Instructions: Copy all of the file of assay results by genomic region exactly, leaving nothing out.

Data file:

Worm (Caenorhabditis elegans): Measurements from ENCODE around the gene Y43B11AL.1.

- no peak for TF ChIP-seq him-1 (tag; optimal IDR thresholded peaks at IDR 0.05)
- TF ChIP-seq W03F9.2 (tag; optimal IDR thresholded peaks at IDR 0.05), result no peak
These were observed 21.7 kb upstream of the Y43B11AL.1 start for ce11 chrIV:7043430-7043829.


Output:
Worm (Caenorhabditis elegans): Measurements from ENCODE around the gene Y43B11AL.1.

- no peak for TF ChIP-seq him-1 (tag; optimal IDR thresholded peaks at IDR 0.05)
- TF ChIP-seq W03F9.2 (tag; optimal IDR thresholded peaks at IDR 0.05), result no peak
These were observed 21.7 kb upstream of the Y43B11AL.1 start for ce11 chrIV:7043430-7043829.